He’s so angry with me, he’s demanding that I be fired right now, and worse, he’s drawn a picture of me.
It’s a stunning likeness. I should have it framed and sent to my mom.
I know the excuses already. The cowardly assassin, Mumtaz Qadri, who murdered Governor Taseer in Pakistan was an outlier, a freak, a weirdo, and we atheist bastards better not try to demean religion by associating a rogue individual with it. Can we spit in contempt on an entire culture instead?
Taseer was buried in his home town of Lahore. The 66-year-old was assassinated yesterday by Mumtaz Qadri, one of his police bodyguards, after he had campaigned for reform of the law on blasphemy.
Qadri appeared in court, unrepentant, where waiting lawyers threw handfuls of rose petals over him and others in the crowd slapped his back and kissed his cheek as he was led in and out amid heavy security.
Yeah, Qadri must be a despised outcast and entirely unrepresentative of what the moderates believe.
To be showered with rose petals for gunning down a defenseless man you were hired to protect…it sounds like Islamic Paradise.
Among my usual flood of daily email, I frequently get tossed onto mailing lists for conservative think tanks. Why? I don’t know. I suspect that it’s for the same reason I also get a lot of gay porn in my email: not because I follow it or asked to be added, but because some tired d-bag with no imagination thinks its funny to dun me with more junk. The joke’s on them, though: I might keep it around and skim the stuff now and then to get inspiration for a blog post, and then click-click — a few presses of a button and I add the source to my junk mail filter, and never see it again.
No, I didn’t get inspired by gay porn today, but by drivel from some freakish conservative think tank called the Witherspoon Institute, about which I know next to nothing except that they’re another of those organizations that cloak themselves in the Holy Founding Fathers of America to promote illiberal non-freethinking anti-government BS. This latest is by a philosopher criticizing a book about modern reproductive biotechnologies. He doesn’t like ’em. Not one bit, no sir.
But you know an essay from a philosopher is going to be pretty much worthless when it opens and closes with references to… C.S. Lewis. I don’t know why that man gets so much happy clappy press from believers. I suspect he must have sold his soul to the devil.
Anyway, the bizarre part is in the middle, where Justin Barnard is poleaxed by the author’s, Steven Potter’s, willingness to destroy human embryos. Potter apparently considers several of the sides of the debate, but fails to come down on the side of the Religious Right, that is, that embryos are absolutely and undeniably full human beings from the instant of fertilization, instead espousing the dreadful notion that the definition of personhood falls into a huge gray area.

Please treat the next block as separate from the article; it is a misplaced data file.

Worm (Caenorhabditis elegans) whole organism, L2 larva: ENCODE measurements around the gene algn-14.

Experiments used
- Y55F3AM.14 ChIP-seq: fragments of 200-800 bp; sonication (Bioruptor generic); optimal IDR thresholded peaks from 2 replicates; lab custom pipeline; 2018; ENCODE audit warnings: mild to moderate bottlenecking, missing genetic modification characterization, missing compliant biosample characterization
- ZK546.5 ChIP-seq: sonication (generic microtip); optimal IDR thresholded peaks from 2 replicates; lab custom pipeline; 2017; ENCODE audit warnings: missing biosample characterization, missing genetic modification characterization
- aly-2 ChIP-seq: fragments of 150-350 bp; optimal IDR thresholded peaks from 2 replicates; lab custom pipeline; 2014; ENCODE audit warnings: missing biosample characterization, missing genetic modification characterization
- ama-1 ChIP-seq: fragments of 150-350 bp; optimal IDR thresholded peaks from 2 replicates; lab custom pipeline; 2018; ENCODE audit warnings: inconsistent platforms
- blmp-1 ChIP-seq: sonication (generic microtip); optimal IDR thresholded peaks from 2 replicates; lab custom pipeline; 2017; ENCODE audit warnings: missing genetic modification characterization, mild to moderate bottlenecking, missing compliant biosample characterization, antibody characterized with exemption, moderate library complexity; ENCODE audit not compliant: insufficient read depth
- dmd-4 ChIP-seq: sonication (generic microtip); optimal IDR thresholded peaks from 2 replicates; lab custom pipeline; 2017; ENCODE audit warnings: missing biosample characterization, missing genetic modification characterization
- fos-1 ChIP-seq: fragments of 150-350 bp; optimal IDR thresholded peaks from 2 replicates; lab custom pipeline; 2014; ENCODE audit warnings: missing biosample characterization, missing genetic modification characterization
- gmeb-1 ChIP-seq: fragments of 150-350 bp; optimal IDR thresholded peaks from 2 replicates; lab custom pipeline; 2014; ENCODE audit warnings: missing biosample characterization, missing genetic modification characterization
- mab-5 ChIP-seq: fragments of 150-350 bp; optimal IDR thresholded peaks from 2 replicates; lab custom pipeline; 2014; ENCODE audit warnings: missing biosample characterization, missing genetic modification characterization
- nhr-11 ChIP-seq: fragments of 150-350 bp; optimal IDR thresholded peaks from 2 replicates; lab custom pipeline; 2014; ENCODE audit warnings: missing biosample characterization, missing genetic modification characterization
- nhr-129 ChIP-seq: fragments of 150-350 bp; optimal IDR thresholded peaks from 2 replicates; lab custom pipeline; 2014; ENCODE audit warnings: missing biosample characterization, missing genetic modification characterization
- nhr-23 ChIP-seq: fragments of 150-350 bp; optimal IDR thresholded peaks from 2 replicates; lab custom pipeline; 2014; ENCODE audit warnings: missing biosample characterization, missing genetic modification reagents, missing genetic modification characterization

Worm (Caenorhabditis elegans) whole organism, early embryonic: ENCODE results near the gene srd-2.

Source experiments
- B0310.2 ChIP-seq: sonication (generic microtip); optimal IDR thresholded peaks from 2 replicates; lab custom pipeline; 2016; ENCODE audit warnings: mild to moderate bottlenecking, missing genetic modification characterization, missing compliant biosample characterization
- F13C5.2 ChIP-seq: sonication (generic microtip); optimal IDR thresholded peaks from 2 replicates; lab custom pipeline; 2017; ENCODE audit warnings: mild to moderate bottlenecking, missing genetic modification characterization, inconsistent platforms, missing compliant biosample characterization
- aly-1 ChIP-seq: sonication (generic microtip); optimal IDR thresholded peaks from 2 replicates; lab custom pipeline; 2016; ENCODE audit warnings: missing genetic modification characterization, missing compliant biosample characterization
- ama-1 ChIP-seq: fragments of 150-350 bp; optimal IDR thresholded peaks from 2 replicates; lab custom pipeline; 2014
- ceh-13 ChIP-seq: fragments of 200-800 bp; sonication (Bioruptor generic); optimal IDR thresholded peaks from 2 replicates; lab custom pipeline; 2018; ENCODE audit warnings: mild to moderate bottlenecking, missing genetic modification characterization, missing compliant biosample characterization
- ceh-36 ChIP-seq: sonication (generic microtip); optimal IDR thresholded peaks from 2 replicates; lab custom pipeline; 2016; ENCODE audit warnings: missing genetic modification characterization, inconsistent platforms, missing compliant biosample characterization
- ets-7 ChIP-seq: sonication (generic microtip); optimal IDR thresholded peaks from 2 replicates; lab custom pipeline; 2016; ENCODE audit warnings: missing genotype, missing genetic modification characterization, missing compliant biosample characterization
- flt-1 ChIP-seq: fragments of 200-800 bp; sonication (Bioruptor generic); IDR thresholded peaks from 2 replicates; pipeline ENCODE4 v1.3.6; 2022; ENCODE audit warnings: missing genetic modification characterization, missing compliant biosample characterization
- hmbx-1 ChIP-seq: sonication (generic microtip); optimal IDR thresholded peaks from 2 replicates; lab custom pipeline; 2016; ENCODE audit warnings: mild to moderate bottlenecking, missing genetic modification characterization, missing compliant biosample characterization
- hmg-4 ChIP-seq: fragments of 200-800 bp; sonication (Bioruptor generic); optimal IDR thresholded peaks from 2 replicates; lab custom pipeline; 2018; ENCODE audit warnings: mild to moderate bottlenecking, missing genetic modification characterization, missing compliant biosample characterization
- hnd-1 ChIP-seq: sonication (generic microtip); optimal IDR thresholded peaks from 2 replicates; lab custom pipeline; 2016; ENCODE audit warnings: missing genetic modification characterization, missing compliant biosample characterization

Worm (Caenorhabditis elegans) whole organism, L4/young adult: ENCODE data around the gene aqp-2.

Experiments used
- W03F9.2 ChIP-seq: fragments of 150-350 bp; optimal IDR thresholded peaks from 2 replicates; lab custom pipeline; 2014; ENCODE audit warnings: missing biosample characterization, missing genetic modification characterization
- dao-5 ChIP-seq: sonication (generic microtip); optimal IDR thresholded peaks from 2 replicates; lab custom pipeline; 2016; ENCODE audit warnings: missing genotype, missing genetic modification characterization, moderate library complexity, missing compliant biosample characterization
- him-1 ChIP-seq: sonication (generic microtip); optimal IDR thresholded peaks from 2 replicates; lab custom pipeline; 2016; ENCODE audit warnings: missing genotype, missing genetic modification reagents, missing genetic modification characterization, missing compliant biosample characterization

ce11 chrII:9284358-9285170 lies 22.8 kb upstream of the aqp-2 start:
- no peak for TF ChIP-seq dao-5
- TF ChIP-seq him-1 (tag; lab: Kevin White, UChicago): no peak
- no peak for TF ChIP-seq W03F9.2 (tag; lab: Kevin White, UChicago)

Potter’s own attempt to wrestle with the morality of destroying human embryos is philosophically, if not biologically, confused from the start. He begins by claiming that “each egg and sperm has the potential to make a person.” Biologically, this is simply false. Gametes, by themselves, have no intrinsic developmental potential for human personhood. Of course, Potter knows this. So his use of “potential” is likely more latitudinarian. Still, three pages later, Potter describes the zygote as having “remarkable potential.” “It can,” he explains, “turn itself into a person.” Ironically, Potter fails to recognize that this potentialist understanding of human personhood is at odds with his rather surprising admission of the embryological facts. Potter writes, “Of course we all began as a zygote. Everyone does.” What is shocking about this concession is what it so obviously entails–an entailment that seems lost on Potter. If I, the human being I am today, “began as a zygote,” then the zygote that began the-human-being-I-am-today was me–i.e., it was a human person. It was not merely a cell with “remarkable potential” to become me. It was me.
If anyone is confused here, it’s Barnard. Of course each egg and sperm has the potential to form a person, especially when we throw biotechnology into the equation, as the book he’s reviewing explicitly does. We already have techniques to revert and differentiate a sperm cell into an egg. For that matter, given time and research, we’ll be able to reprogram just about any cell into a totipotent state, and clone someone from a cheek swab. Does Mr Barnard regard every cell he sheds as a potential person?